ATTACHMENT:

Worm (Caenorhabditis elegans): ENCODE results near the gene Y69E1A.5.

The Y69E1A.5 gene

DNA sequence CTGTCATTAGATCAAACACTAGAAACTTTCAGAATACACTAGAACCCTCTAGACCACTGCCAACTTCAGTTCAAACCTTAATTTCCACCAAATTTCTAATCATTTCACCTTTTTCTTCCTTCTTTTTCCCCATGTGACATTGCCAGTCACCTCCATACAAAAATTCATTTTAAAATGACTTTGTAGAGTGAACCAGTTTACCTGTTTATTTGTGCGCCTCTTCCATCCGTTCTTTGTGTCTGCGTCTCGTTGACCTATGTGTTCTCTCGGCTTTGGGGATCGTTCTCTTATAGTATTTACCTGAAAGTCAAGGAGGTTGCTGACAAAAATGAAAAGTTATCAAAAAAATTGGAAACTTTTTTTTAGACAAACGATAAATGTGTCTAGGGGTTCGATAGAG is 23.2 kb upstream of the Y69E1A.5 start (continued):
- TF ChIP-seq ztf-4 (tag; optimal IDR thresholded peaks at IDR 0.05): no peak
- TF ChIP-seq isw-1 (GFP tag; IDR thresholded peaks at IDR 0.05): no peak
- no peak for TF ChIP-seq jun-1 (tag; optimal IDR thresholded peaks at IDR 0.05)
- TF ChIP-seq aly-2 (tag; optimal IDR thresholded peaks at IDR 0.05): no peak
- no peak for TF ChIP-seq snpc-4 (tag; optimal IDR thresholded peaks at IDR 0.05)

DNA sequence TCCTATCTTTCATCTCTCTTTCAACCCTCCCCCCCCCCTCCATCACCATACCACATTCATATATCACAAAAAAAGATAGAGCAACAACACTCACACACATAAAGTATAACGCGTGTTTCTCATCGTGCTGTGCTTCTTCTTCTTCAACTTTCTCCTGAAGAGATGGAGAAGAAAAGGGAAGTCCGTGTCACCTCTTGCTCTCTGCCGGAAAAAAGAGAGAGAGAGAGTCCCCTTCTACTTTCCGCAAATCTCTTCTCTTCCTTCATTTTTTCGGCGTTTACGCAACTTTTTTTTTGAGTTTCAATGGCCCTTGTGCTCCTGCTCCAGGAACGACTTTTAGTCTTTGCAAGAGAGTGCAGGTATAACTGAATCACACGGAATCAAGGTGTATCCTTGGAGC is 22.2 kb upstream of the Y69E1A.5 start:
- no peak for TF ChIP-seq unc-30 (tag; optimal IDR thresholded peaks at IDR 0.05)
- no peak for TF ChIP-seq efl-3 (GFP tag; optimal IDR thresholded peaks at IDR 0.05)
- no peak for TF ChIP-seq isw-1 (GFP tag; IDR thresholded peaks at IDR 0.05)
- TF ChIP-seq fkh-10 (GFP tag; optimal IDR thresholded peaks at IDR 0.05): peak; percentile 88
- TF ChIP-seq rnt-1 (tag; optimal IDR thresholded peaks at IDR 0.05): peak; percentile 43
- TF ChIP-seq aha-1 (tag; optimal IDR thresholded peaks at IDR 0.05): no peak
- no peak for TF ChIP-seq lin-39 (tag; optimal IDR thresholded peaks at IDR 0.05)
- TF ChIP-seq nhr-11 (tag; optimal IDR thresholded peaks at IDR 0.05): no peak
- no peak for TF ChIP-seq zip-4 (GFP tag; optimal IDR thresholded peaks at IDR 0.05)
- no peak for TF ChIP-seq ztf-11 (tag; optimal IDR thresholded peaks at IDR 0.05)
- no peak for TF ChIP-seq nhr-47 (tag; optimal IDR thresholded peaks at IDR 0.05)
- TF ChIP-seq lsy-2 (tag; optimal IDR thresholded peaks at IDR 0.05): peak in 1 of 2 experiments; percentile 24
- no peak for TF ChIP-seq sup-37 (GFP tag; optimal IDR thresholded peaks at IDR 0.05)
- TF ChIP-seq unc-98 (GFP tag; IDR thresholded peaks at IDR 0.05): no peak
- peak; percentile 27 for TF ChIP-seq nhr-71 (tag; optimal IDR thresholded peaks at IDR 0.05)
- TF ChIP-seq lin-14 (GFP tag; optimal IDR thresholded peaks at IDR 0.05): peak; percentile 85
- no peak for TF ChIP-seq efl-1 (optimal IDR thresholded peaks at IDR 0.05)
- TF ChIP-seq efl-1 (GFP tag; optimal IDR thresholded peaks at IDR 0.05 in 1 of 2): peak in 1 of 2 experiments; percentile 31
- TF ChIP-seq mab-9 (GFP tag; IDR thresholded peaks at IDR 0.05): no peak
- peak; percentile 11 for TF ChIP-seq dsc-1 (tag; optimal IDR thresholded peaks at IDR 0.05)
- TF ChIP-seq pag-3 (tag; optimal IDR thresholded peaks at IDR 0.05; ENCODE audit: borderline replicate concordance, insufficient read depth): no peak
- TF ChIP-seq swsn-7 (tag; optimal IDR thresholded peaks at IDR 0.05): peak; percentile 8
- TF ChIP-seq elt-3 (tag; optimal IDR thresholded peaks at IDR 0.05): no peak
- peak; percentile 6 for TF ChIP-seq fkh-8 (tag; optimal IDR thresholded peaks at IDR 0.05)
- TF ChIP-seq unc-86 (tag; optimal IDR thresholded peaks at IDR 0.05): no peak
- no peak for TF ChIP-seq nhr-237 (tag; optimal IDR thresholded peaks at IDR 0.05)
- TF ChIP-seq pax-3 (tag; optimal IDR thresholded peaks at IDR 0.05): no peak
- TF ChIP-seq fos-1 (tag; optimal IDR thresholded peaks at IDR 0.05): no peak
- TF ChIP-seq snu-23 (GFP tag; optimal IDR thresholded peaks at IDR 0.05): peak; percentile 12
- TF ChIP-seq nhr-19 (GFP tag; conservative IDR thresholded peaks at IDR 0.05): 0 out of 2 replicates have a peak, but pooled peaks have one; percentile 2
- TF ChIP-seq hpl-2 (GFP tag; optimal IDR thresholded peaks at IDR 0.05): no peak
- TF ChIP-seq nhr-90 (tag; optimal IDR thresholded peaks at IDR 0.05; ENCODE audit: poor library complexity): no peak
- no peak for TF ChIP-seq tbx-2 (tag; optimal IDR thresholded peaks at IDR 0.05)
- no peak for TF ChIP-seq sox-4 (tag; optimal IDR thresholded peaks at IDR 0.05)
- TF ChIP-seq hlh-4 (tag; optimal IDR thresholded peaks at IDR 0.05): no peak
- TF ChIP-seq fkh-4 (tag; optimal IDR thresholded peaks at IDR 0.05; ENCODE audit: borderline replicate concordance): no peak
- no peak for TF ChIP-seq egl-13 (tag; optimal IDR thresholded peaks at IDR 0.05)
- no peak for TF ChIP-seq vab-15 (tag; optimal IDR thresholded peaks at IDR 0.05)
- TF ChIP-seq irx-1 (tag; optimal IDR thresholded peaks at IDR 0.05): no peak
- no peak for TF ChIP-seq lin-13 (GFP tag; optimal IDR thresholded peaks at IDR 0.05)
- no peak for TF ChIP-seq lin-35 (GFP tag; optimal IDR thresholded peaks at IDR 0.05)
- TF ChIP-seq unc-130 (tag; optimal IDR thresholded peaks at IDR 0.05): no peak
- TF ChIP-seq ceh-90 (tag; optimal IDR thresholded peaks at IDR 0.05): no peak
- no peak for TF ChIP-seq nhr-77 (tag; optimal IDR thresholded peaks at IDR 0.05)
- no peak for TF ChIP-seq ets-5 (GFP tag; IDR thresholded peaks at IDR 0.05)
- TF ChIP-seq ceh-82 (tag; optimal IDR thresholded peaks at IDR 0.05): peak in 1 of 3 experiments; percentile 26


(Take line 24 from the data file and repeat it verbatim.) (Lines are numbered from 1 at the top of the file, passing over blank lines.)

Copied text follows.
- peak; percentile 27 for TF ChIP-seq nhr-71 (tag; optimal IDR thresholded peaks at IDR 0.05)